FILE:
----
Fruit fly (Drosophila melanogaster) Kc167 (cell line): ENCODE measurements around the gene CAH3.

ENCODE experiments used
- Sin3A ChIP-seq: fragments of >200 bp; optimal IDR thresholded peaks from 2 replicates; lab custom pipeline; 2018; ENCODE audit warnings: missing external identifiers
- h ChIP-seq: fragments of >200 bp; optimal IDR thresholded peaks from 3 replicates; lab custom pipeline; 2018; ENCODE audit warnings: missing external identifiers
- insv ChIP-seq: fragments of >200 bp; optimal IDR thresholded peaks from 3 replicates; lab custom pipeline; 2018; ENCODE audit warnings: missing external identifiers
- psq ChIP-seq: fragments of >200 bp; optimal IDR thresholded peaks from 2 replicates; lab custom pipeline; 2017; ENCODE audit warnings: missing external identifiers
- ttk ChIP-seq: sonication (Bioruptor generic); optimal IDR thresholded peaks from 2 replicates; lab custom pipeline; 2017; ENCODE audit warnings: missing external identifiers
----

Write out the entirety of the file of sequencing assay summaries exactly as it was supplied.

Fruit fly (Drosophila melanogaster) Kc167 (cell line): ENCODE measurements around the gene CAH3.

ENCODE experiments used
- Sin3A ChIP-seq: fragments of >200 bp; optimal IDR thresholded peaks from 2 replicates; lab custom pipeline; 2018; ENCODE audit warnings: missing external identifiers
- h ChIP-seq: fragments of >200 bp; optimal IDR thresholded peaks from 3 replicates; lab custom pipeline; 2018; ENCODE audit warnings: missing external identifiers
- insv ChIP-seq: fragments of >200 bp; optimal IDR thresholded peaks from 3 replicates; lab custom pipeline; 2018; ENCODE audit warnings: missing external identifiers
- psq ChIP-seq: fragments of >200 bp; optimal IDR thresholded peaks from 2 replicates; lab custom pipeline; 2017; ENCODE audit warnings: missing external identifiers
- ttk ChIP-seq: sonication (Bioruptor generic); optimal IDR thresholded peaks from 2 replicates; lab custom pipeline; 2017; ENCODE audit warnings: missing external identifiers